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"Murder Hornet" Watch

The Asian giant hornet has invaded the Pacific Northwest. It is a threat to honey bees, the honey industry, and people. As of today, those of us in North Dakota have very little to worry about. It will be very hard for these foreign hornets to survive and become established here.

Hornet populations explode this time of year.  

This includes the populations of the Asian giant hornet, a vicious pest that invaded Washington State in 2019. Scientists and citizens in Washington are currently monitoring over 1,400 traps to exterminate the new pest.  

These persons are concerned because Asian giant hornets (AGH) (Vespa mandarinia) are ferocious bee killers. AGH may swarm and capture a beehive in hours. First, the hornets slaughter and decapitate the adult bees. Then they feed the honey bee brood to their own young hornets. This ruthless behavior has given AGH the nickname of the “Murder Hornet.”

Asian giant hornets are massive compared to the bees and hornets in North Dakota. AGH are the biggest hornets on earth; the females reach about 2 inches in length. Wow!

Our honey bees are defenseless. Their stingers cannot penetrate the “armor” of these huge hornets.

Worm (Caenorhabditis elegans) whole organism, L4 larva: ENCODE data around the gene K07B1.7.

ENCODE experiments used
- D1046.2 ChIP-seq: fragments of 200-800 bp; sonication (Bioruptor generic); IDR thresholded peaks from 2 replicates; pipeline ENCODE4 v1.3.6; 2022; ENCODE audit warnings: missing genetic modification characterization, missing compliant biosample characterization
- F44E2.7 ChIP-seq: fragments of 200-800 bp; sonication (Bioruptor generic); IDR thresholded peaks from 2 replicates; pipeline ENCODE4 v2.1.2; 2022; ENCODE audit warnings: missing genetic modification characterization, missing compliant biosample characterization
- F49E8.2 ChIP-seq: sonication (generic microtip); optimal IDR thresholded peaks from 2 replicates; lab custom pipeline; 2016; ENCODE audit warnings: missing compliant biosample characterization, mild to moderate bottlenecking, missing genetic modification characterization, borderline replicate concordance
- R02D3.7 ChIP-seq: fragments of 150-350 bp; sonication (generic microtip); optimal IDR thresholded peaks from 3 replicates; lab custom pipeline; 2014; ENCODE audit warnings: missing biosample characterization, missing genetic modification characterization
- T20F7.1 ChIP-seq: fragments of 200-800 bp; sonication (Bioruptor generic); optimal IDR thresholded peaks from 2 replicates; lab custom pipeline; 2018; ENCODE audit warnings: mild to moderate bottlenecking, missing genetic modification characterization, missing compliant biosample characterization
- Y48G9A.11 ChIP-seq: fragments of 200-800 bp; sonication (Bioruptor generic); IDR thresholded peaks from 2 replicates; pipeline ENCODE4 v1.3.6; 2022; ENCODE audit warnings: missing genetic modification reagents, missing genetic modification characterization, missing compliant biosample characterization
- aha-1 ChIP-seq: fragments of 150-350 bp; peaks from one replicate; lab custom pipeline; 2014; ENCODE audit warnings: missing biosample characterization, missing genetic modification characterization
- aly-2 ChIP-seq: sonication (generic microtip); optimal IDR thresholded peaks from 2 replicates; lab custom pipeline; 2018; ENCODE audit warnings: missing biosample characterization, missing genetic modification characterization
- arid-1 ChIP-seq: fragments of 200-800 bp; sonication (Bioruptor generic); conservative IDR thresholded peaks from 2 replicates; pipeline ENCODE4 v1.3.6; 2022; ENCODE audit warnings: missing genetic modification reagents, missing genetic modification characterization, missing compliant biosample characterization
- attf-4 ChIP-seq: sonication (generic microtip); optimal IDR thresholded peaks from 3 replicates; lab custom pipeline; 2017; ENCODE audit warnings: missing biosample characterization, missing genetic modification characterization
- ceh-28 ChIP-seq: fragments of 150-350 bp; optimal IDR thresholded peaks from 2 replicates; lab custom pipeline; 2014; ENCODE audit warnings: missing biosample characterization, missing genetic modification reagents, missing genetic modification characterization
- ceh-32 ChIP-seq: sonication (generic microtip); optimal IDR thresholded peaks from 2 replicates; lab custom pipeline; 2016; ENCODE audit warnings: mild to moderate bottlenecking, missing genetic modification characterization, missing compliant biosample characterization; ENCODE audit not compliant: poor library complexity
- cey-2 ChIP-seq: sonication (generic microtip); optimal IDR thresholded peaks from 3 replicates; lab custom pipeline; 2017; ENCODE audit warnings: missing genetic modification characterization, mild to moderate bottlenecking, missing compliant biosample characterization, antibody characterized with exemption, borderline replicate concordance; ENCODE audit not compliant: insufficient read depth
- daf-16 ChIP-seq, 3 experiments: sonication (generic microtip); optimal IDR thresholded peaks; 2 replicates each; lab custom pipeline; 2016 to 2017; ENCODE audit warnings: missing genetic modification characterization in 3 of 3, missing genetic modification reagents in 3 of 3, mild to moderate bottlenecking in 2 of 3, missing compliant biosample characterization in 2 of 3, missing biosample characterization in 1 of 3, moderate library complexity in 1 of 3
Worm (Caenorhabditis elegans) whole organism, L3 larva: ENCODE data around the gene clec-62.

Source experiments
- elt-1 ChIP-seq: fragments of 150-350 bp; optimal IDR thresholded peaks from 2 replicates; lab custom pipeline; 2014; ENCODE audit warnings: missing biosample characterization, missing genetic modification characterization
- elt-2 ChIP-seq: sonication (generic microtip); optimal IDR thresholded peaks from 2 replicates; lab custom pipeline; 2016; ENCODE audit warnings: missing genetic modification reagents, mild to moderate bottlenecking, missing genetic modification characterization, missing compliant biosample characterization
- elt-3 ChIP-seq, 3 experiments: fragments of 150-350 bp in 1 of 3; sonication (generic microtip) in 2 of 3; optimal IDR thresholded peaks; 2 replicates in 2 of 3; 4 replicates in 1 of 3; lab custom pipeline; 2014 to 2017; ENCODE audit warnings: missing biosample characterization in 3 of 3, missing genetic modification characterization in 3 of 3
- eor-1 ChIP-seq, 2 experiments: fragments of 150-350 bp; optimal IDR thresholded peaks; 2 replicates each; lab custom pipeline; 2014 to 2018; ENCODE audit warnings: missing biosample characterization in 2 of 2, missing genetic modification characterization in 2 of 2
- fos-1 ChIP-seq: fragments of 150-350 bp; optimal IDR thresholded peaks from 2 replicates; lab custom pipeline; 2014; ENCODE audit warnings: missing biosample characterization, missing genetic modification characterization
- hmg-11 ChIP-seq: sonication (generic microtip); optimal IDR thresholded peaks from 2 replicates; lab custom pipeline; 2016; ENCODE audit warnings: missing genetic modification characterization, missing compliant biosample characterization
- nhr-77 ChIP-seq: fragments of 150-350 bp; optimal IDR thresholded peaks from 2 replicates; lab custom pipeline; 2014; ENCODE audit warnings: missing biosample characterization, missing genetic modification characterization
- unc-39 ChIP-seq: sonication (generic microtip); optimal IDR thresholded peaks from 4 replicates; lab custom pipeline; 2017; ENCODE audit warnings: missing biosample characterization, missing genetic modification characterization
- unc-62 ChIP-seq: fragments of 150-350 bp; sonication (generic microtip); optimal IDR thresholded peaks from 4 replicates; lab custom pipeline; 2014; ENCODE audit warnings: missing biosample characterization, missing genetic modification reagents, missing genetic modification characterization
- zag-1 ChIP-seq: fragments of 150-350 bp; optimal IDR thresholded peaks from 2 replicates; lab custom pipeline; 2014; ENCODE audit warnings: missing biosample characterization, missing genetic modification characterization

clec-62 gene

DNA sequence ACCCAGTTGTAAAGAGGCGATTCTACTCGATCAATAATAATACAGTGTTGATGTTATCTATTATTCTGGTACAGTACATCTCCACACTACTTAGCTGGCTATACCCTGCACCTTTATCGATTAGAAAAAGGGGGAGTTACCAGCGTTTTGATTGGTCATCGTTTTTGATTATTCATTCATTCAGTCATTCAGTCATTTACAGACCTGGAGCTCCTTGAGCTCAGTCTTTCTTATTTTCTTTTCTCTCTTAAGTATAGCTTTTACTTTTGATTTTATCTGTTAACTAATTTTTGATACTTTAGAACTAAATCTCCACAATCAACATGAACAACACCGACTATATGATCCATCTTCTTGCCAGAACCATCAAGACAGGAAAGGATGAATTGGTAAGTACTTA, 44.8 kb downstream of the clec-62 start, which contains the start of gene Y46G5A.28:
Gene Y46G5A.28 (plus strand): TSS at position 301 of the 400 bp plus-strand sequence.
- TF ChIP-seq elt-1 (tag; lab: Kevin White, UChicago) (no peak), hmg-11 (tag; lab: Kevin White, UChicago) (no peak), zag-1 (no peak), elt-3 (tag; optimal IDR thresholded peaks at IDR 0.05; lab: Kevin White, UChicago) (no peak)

Because of their large size, AGH can deliver more venom than other hornets. When threatened, they will aggressively defend their colony and can sting repeatedly. Beekeepers may be at risk since the stingers of AGH can penetrate through some beekeeper suits, delivering nearly seven times the amount of venom as a honey bee.

North Dakota is the #1 state in honey production. Asian giant hornets may become a threat to us and our honey industry in the future. As of today, we have very little to worry about.

 AGH has not been detected outside of the Pacific Northwest. Its populations have been very low and vigorous efforts are being made to destroy all nests.

AGH will not sting humans unless it feels threatened and has not attacked any humans in North America to date. 

Thank goodness for our bitter cold winters! It will be very hard for these foreign hornets to survive and become established here.

In case you see a giant wasp in North Dakota, it is most likely an Eastern cicada killer. It is comparable in size, but not aggressive. This “gentle giant” is a solitary wasp that makes holes in the ground. The females will kill cicadas and place them in the holes to feed their young.

Written by , Extension Horticulturist, NDSU. 


Beauzay, P. and J. Knodel. 2020. Facts about the Asian giant hornet. NDSU Crop & Pest Report. May 14, 2020.

Pliesch. 2020. 6 things to know about the Asian giant hornet. University of Wisconsin, Madison.

Washington State Department of Agriculture. Invasive hornets. https://agr.wa.gov/departments/insects-pests-and-weeds/insects/hornets. Accessed August 18, 2020.

Photos were made available under Creative Commons licenses specified by the photographers: Washington State Department of Agriculture, Bugwood.org; Washington State Department of Agriculture; Hanna Royals, Museum Collections: Hymenoptera, USDA APHIS PPQ, Bugwood.org.

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